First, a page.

Entrepreneurs Mati and Ruti Broudo started Tel Aviv’s foodie movement a decade ago with their restaurant Brasserie M&R, followed six years later by The Hotel Montefiore. Now they’ve expanded into the haute take-out arena with the arrival of Delicatessen, their grocery store-cum-eatery in the city’s Bauhaus-rich historic core. Located just off Rothschild Boulevard, Delicatessen bundles three culinary concepts into one sun-drenched location: a deli stocked with eponymously branded products, breads, fresh fruits and preserved veggies; a take-away offering fresh dishes; and a full-service restaurant with menus that span meals from dawn to dusk. Whatever time of day you make an appearance, a visit is ideally enjoyed on the top-level patio, where dishes such as the magnificent matzah ball soup come straight from an open kitchen.
Down the Stairs is the perfect antidote to buttoned up Michelin-starred eating. This cosy new restaurant is the work of stylist and retailer Sonya Park, whose original plan was to open a staff canteen. The idea grew and the new place is the culinary version of Park’s Arts & Science boutiques – carefully sourced food, simply prepared and stylishly presented. She calls it a “chef-less” restaurant. Food is cooked and served by A & S staff and visiting chefs will come in and out. The menu offers an appealing selection of home-cooked dishes and take-out lunch boxes plus freshly squeezed juices, hand-dripped coffee and home-baked Victoria sponge, served on A & S dishes. “We’re not cooking professionals,” says Park, modestly. “But if you don’t mind us cooking for you, it’s a comfortable place to eat.”
This intimate, 26-seat bistro is making a bold effort to redeem fusion cuisine. The task is in the capable hands of chef and co-owner Jonny Poon (pictured right), who uses ingredients such as nori powder and oyster emulsions to cook rustic dishes in a vintage stove. Plates such as pork neck in XO sauce (a hot Hong Kong paste made of seafood and spices), or cured cod roe atop creamy potato gnocchi, pair nicely with the natural wine selection from nearby Prince Edward County and France’s Loire Valley, specially selected by co-owner Jacob Wharton-Shukster. For Poon, originality means not resorting to gimmicks. “Lots of the places popular now are just doing what’s trendy, like using liquid nitrogen or fancy chemicals. We do it with no tricks – and on a 77-year-old electric stove.”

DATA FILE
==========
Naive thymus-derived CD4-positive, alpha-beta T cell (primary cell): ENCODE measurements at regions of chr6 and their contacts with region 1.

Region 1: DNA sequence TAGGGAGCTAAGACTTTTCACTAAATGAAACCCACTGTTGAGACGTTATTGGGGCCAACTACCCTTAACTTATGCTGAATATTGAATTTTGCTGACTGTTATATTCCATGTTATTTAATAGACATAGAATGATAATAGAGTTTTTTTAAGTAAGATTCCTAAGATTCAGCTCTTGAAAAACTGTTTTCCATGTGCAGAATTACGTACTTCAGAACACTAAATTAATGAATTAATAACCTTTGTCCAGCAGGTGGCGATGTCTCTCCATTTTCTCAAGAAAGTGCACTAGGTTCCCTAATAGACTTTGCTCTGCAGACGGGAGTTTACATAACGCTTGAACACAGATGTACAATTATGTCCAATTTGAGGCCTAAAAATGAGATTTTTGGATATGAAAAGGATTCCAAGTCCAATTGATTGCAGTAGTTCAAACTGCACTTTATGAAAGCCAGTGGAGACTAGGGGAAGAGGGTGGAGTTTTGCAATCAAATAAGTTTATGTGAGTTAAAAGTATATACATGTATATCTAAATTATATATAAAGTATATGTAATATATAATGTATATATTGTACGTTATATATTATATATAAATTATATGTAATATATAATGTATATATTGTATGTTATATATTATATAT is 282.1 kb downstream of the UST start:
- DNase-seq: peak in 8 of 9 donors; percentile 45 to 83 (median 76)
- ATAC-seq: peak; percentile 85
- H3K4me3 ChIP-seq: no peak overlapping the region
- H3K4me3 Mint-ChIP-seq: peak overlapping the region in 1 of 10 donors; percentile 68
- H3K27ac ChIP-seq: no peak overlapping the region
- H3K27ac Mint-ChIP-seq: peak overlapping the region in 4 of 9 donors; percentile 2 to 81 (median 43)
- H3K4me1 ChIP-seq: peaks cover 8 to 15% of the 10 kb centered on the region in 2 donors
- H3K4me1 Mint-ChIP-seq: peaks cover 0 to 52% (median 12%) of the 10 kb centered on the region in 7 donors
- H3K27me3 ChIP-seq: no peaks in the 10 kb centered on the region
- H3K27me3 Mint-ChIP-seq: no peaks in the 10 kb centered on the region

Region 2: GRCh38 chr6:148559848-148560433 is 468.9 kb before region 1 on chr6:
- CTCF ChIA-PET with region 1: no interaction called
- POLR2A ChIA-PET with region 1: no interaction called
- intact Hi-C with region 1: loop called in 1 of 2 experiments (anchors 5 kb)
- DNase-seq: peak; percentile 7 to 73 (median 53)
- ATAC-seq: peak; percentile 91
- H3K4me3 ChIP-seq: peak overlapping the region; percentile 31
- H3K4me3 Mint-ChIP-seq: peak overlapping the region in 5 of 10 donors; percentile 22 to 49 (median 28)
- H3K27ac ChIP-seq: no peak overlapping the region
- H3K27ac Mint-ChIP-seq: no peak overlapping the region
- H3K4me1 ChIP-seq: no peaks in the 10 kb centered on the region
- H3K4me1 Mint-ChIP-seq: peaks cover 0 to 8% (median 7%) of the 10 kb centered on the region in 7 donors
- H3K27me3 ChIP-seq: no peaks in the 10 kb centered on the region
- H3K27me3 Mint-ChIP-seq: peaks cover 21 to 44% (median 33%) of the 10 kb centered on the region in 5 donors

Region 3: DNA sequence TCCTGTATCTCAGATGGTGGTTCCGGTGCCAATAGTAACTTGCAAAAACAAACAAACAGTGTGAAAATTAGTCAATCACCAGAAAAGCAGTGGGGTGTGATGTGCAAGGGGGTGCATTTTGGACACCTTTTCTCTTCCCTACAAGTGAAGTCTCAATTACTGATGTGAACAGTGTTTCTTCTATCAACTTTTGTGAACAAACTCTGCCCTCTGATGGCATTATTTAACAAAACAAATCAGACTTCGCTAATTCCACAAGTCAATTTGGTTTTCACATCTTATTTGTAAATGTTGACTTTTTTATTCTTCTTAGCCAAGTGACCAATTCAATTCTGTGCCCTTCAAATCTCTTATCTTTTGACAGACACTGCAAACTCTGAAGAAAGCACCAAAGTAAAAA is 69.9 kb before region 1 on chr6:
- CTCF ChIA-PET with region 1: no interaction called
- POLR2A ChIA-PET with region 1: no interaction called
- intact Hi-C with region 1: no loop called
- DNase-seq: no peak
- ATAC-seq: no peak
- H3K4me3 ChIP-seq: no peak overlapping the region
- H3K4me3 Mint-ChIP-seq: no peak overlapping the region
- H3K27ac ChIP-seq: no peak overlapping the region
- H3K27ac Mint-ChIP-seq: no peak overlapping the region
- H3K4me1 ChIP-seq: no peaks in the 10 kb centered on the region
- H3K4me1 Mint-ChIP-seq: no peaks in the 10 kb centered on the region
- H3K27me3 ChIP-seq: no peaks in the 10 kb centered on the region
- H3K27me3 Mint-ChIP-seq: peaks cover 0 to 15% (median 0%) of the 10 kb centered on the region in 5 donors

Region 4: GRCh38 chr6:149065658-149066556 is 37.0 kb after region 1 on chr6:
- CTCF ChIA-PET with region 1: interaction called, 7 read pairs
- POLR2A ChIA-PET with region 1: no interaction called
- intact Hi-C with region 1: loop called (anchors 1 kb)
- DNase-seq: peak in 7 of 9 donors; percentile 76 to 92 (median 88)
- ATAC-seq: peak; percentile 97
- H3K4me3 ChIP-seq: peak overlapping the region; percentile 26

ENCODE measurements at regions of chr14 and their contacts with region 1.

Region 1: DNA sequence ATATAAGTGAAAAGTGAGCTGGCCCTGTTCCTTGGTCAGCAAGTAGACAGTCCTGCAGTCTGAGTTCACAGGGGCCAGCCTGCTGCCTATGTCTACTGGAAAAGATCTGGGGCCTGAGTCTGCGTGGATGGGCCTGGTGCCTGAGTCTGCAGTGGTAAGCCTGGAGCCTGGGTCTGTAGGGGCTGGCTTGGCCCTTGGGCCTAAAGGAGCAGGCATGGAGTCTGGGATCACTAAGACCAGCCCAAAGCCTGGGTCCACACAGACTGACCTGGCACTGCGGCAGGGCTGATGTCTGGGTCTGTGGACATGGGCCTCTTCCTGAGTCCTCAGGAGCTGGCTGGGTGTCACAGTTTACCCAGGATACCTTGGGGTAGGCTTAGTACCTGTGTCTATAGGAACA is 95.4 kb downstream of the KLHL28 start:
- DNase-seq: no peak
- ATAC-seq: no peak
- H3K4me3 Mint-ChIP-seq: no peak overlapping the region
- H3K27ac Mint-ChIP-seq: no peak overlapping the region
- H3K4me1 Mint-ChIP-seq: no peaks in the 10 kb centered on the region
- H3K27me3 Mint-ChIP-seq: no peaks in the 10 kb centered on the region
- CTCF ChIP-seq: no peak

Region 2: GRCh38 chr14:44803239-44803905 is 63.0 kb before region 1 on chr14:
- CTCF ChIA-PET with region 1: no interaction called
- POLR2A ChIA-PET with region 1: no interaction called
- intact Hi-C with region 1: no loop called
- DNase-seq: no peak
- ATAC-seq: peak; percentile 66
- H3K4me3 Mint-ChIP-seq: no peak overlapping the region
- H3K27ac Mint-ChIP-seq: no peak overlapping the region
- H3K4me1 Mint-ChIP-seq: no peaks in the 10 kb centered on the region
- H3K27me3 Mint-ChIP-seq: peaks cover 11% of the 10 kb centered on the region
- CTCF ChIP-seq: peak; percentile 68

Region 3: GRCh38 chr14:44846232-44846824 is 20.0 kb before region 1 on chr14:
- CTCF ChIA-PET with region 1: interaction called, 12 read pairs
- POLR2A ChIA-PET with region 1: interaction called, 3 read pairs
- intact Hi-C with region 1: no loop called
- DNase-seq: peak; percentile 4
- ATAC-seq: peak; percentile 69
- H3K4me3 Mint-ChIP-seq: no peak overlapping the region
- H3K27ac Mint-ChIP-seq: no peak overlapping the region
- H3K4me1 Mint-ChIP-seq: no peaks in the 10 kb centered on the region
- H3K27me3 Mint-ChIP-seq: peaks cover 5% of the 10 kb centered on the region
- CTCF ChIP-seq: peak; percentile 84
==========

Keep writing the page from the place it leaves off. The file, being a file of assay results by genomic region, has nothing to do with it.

The Domaine de Peyrassol is a property in south-eastern France that focuses on the production of wine and olive oil. With this expertise as their foundation, Un Jour À Peyrassol restaurants have branched out in Paris, Saint-Tropez and now Brussels, each specialising in the selling of regional products. The Brussels outpost has been designed by Portuguese architect, artist and chef Antoine Pint; it has an épicerie – where locals nibble on fresh charcuterie and cheeses – and a restaurant, where chef Gioconda Astore whips up Mediterranean dishes. Customers who can’t bear to leave can at least take a little something home with them, with the opportunity to buy gourmet products such as salmon, caviar and spices; the truffled ham and pecorino à la truffe are bestsellers.
In a city known for its culinary achievements, tapas and pintxo bars have overshadowed design stores. But that’s not the case with Montes + Múgica, the result of a union between two of the best design shops in town. Luisa Montes and Juantxo Múgica have more than 75 years of combined experience, and are now selling American and Scandinavian vintage furniture. The newly opened store in Calle de Narrica, part of San Sebastián’s historical core, includes a fashion section aimed at attracting a younger crowd, with collections from brands such as Norse Projects and Han Kjøbenhavn.
Because it’s not quite the type of bar you’d expect to find in Melbourne, some of the Claremont’s features take you by surprise. Like the neon-lit tiger face on one of its walls, an example of the full-on decoration that is a collaboration between Davis Yu of Maison Davis creative studio, designer Hecker Guthrie and chef Dylan Roberts. But there are no gimmicks here; everything has been carefully measured. The team has created a menu inspired by Asian dishes, and sell top Japanese whisky, sake and shochu alongside tiki-style cocktails.
The confluence of Lake Nahuel Huapi and the Correntoso river at the foot of the Andes is where the Correntoso Lake & River hotel is located. Perfectly situated for snow, forest and water escapades, the rooms are surrounded by bucolic scenery, an ideal location to enjoy a glass of bold and fruity merlot. Part of the Parnassus Luxury Travel portfolio, it’s also one of the favourite spots of Theo Osborne, the company’s founder: “It will undoubtedly be the most beautiful place you ever go – each season brings a new adventure.”